1 Scenarios (1 undefined)
3 Steps (3 undefined)
0m0.000s

You can implement missing steps with the snippets below:

@Given("^I navigate to TheTestRoom\\.com$")
public void i_navigate_to_TheTestRoom_com() throws Throwable {
// Write code here that turns the phrase above into concrete actions
throw new PendingException();
}
@When("^I navigate to Cucumber Tutorial page$")
public void i_navigate_to_Cucumber_Tutorial_page() throws Throwable {
// Write code here that turns the phrase above into concrete actions
throw new PendingException();
}
@Then("^the page title should be visible$")
public void the_page_title_should_be_visible() throws Throwable {
// Write code here that turns the phrase above into concrete actions
throw new PendingException();
}

Lets see what is going on above. Firstly Cucumber was able to identify our Cucumber Feature File and each test step that we have written. However if you look further down it is not very happy about the steps as it says that the scenarios are ‘undefined’ as well as the test steps, what does this mean? When Cucumber says that something is undefined then this means that Cucumber was not able to find the relevant code snippets for the test steps in a Feature File. What this means is that every time Cucumber runs a Feature File it tries to look for a matching ‘Step Definition’ for a Gherking test. In this instance Cucumber is returning ‘undefined’ for all three test steps as they have not been defined anywhere. This means our next natural step is to try and write code for these test steps.

03 Writing our First Step Definition

Before writing our step definition lets take another quick look at the output from the Feature File:

.....
.....
.....
@Given("^I navigate to TheTestRoom\\.com$")
public void i_navigate_to_TheTestRoom_com() throws Throwable {
// Write code here that turns the phrase above into concrete actions
throw new PendingException();
}
@When("^I navigate to Cucumber Tutorial page$")
public void i_navigate_to_Cucumber_Tutorial_page() throws Throwable {
// Write code here that turns the phrase above into concrete actions
throw new PendingException();
}
@Then("^the page title should be visible$")
public void the_page_title_should_be_visible() throws Throwable {
// Write code here that turns the phrase above into concrete actions
throw new PendingException();
}

Cucumber can actually be very helpful. The above code is something that Cucumber has generated for us when it tried to find a match for each test step. Each code snippet generated above is called a ‘Step Definition’. We won’t go into too much detail about step definitions now as we will continuously visit them over this entire tutorial course but for now lets copy them into a Java class and place this class in our project folder:

cd cucumber_project
mkdir step_definition
touch myFirstStepDefinition.java

Now lets VIM into the step definition class and copy in the generated step definitions as well as importing in the jars for Cucumber. Let’s also name the package to match the folder name in which the Java class is contained:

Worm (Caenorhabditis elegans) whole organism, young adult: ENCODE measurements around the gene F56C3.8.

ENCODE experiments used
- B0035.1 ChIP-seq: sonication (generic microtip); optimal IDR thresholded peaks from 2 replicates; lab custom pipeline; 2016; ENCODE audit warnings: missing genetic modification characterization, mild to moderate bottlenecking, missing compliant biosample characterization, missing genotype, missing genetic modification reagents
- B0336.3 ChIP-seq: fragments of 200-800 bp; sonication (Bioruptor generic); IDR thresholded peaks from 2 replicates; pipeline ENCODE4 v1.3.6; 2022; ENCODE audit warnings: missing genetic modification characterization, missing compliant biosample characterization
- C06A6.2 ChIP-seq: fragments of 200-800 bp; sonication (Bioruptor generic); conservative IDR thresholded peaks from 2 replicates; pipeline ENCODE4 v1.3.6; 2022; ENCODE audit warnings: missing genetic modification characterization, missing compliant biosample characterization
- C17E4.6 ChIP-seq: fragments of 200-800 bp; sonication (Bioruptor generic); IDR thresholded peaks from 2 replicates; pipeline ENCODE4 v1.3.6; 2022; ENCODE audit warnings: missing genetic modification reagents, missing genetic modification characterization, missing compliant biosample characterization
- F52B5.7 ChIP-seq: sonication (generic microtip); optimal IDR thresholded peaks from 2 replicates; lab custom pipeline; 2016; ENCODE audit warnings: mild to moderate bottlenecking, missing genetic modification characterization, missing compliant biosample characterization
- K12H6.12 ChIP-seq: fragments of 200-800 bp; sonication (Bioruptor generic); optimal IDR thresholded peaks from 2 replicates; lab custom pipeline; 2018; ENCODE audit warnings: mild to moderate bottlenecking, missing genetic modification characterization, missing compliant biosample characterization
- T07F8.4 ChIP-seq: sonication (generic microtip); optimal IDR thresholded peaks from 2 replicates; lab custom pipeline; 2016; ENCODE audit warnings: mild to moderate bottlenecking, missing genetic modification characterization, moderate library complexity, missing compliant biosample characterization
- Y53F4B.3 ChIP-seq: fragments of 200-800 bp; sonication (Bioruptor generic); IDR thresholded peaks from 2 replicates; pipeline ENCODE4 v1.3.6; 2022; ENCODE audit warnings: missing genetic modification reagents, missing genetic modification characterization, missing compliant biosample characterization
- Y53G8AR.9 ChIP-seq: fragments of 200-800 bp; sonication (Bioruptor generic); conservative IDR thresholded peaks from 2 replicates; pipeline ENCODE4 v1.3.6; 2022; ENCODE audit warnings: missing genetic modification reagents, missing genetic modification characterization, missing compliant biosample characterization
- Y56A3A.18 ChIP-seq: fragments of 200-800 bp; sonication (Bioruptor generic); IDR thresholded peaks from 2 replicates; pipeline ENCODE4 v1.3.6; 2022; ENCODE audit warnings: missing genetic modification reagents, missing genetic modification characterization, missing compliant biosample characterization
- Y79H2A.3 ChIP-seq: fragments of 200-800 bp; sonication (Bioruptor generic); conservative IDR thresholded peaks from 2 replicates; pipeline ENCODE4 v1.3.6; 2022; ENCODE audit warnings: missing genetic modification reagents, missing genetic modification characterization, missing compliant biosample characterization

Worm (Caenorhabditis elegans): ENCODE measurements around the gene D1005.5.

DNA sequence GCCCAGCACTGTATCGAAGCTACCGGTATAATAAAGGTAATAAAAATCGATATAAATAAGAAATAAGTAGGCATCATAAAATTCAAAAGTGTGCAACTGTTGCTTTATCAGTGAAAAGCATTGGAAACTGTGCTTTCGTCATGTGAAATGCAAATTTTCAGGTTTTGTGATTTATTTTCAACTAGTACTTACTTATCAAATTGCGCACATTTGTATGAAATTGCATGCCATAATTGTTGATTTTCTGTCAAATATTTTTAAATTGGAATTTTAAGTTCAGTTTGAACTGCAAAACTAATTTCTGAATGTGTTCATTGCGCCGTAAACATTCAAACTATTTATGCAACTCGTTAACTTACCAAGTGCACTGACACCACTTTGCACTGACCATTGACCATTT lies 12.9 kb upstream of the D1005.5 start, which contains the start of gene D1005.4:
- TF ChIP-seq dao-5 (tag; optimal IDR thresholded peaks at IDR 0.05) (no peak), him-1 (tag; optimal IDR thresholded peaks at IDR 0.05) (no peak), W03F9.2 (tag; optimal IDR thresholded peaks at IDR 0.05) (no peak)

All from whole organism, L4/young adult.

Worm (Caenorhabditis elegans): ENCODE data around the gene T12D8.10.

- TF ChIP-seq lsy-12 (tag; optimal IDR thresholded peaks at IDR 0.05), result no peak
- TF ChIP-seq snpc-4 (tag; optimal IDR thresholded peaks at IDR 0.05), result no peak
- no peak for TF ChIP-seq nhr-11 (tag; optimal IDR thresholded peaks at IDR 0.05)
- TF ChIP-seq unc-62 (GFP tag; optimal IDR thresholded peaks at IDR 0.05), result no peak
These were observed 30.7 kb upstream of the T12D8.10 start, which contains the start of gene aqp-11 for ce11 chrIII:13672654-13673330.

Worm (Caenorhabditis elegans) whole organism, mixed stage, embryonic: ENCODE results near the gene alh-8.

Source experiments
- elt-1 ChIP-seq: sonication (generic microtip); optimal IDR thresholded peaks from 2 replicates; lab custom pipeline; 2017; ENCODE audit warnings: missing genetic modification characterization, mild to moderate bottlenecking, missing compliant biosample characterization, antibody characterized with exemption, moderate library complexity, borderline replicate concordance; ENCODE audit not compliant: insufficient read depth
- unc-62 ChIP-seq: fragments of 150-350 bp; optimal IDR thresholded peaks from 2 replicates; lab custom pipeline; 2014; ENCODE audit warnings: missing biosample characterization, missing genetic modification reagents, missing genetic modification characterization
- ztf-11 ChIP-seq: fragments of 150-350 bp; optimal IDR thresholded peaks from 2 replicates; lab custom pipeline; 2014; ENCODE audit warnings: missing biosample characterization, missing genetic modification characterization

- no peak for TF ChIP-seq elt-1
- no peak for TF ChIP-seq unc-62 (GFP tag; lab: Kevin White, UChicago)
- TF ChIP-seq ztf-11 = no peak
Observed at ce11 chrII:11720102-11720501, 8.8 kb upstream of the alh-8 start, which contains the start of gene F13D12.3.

package step_definition;

import cucumber.api.java.en.*;
import cucumber.api.PendingException;

public class myFirstStepDefinition {

        @Given("^I navigate to TheTestRoom\\ .com$")
        public void i_navigate_to_TheTestRoom_com() throws Throwable {
                // Write code here that turns the phrase above into concrete actions
                throw new PendingException();
        }
        @When("^I navigate to Cucumber Tutorial page$")
        public void i_navigate_to_Cucumber_Tutorial_page() throws Throwable {
                // Write code here that turns the phrase above into concrete actions
                throw new PendingException();
        }
        @Then("^the page title should be visible$")
        public void the_page_title_should_be_visible() throws Throwable {
                // Write code here that turns the phrase above into concrete actions
                throw new PendingException();
        }
}

We now need to compile the Java class:

javac "jars/*" step_definition/myFirstStepDefinition.java

Lets try to run our Feature File but also provide a ‘glue’ reference to where the ‘Step Definition’ class is:

java "jars/*;." cucumber.api.cli.Main -p pretty -g step_definition features

So what is happening? Firstly we appended the current directory to the jars with ‘.’ and then supply a reference to where the ‘Step Definition’ classes are via the ‘-g’ parameter. If done correctly then you will get an output similar to the below:

Feature: To check that main tutorial course pages have loaded in TheTestRoom.com

  Scenario: To check that the WebDriver Cucumber tutorial main page has loaded # myFirstFeature.feature:3
    Given I navigate to TheTestRoom.com                                         # myFirstStepDefinition.i_navigate_to_TheTestRoom_com()
      cucumber.api.PendingException: TODO: implement me
        at step_definition.myFirstStepDefinition.i_navigate_to_TheTestRoom_com(myFirstStepDefinition.java:11)
        at ?.Given I navigate to TheTestRoom.com(myFirstFeature.feature:4)

    When I navigate to Cucumber Tutorial page                                   # myFirstStepDefinition.i_navigate_to_Cucumber_Tutorial_page()
    Then the page title should be visible                                       # myFirstStepDefinition.the_page_title_should_be_visible()
1 Scenarios (1 pending)
3 Steps (2 skipped, 1 pending)
0m0.122s

cucumber.api.PendingException: TODO: implement me
        at step_definition.myFirstStepDefinition.i_navigate_to_TheTestRoom_com(myFirstStepDefinition.java:11)